//If True, clicking opens a browser window on the contents of the Text property,
    //if False, you'll need to monitor the OnOpenURL event
    
property AutoOpenBoolean read FAutoOpen write FAutoOpen default True;
    
property OnOpenURLTNotifyEvent read FOnOpenURL write FOnOpenURL;
  
end;

procedure Register;

implementation
uses System
.UIConstsSystem.UITypes,
{$IFDEF MSWINDOWS}
  Winapi
.ShellAPIWinapi.Windows;
{$ENDIF MSWINDOWS}
{$IFDEF POSIX}
  Posix
.Stdlib;
{$ENDIF POSIX}

procedure Register
;
begin
  RegisterComponents
('SolentFMX'[TURLLabel]);
end;

{ TURLLabel }

procedure TURLLabel
.ApplyStyle;
var 
OTFMXObject;
  
TTText;
begin
  inherited
;
  
:= FindStyleResource('text');
  if 
O is TText then
  begin
    T 
:= TText(O);
    
T.OnClick := EVTextClick;
    
T.HitTest := True;
    
T.Cursor := crHandPoint;
  
end;
end;

constructor TURLLabel.Create(AOwnerTComponent);
begin
  inherited
;
  
FAutoOpen := True;

  
FontColor := claBlue;
  
Font.Style := Font.Style+[TFontStyle.fsUnderline];
  
StyledSettings := StyledSettings-[TStyledSetting.ssFontColorTStyledSetting.ssStyle];
end;

procedure TURLLabel.EVTextClick(SenderTObject);
begin
  
if AutoOpen then
  begin
    {$IFDEF MSWINDOWS}
      ShellExecute
(0'OPEN'PChar(Text), ''''SW_SHOWNORMAL);
    
{$ENDIF MSWINDOWS}
    {$IFDEF POSIX}
      _system
(PAnsiChar('open ' AnsiString(sCommand)));
    
{$ENDIF POSIX}
  end
;
  if 
Assigned(OnOpenURLthen
    OnOpenURL
(Self);
end;

initialization
  RegisterFMXClasses
([TURLLabel]);
end

Adding Images to a FireMonkey TreeView

If you’re familiar with the TreeView in VCL you’ll probably know that it’s possible to add an image to each item, but that that behaviour isn’t supported out of the box in FireMonkey. So, lets add the support.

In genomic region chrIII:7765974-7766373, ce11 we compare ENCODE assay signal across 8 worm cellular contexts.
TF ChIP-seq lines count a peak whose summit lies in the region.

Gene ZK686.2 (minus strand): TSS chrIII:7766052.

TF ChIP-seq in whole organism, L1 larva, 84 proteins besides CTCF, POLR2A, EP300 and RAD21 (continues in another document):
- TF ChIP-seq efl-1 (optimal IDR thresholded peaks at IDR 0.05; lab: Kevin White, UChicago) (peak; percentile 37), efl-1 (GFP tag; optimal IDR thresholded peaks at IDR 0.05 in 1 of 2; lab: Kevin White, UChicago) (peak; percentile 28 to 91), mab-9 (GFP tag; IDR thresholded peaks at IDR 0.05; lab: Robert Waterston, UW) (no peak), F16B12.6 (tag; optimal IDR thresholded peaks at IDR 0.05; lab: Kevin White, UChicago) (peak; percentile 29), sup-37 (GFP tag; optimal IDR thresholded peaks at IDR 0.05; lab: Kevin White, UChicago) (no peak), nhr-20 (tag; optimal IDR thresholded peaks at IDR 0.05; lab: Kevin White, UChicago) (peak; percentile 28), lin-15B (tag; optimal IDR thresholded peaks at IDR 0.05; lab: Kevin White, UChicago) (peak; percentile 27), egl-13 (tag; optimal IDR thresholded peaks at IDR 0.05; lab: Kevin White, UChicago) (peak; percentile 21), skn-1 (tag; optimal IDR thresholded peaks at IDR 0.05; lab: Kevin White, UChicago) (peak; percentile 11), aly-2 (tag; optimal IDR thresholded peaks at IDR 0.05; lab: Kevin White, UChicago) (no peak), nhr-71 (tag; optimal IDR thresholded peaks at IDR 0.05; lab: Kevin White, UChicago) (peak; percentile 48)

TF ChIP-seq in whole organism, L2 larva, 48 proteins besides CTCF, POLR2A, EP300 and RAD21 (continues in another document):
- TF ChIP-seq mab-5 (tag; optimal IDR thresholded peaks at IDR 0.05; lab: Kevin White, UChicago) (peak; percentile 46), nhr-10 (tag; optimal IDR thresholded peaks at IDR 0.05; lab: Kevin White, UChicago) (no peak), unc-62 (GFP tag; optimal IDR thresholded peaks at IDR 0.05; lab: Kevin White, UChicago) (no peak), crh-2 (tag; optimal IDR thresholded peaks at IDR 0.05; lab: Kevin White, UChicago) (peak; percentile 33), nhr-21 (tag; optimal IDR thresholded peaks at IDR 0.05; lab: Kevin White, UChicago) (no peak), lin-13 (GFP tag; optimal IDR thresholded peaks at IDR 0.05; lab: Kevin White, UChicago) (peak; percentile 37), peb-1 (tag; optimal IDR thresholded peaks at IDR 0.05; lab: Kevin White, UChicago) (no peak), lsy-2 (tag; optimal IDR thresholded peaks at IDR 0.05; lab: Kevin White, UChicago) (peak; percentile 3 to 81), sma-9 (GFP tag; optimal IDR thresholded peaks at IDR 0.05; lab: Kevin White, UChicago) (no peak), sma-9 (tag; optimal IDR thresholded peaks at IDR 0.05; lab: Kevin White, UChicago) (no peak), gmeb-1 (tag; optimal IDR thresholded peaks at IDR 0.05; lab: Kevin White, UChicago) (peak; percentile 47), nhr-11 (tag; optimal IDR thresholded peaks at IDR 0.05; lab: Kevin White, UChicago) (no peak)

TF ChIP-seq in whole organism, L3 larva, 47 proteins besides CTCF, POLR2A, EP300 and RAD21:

There are a number of ways this could be done, but the simplest is probably by adding a TImage to the style for TTreeViewItem. A TImage contains a TBitmap which has a StyleLookup property. This property is a string which takes the StyleName of another element style element - for another TImage. What we’ll do then is simply add any images to be used to the style, and point the TImage in the style of each TreeViewItem to the one we want to use.

The Style
Start by copying the style for a TTreeViewItem (TreeViewItemStyle) and call it TreeViewImageItemStyle. The TImage needs to go in the same TLayout as the checkbox, but we want to add it inside another TLayout - this means the item can be resized while we keep the TImage at the same size.

(To copy the style element in the IDE, double click on the TTreeView in the form designer and add an item. Back out, then right click on the item and select Edit Custom Style. Make the changes and click Apply and Close).

So, add the TLayout and set the properties, Align := alLeft and Width := 20.

And add the TImage under it and set the properties, StyleName := ‘image’, Align := alCentre, WrapMode := iwStretch, HitTest := False and Height and Width := 16.

The Class

Now we need to create a custom TreeViewItem class, which we’ll call TTreeViewImageItem (note our style is TreeViewImageItemStyle). Here’s our class definition:

type TTreeViewImageItem = class(TTreeViewItem)
  private
    
FImageTImage;
    
FShowImageBoolean;
    
FImageStyleLookupString;
    
procedure SetShowImage(const ValueBoolean);
    
procedure SetImageStyleLookup(const ValueString);
  protected
    
procedure ApplyStyle;override;
    
procedure FreeStyle;override;
  public
    
constructor Create(AOwnerTComponent);override;
  
published
    property ImageStyleLookup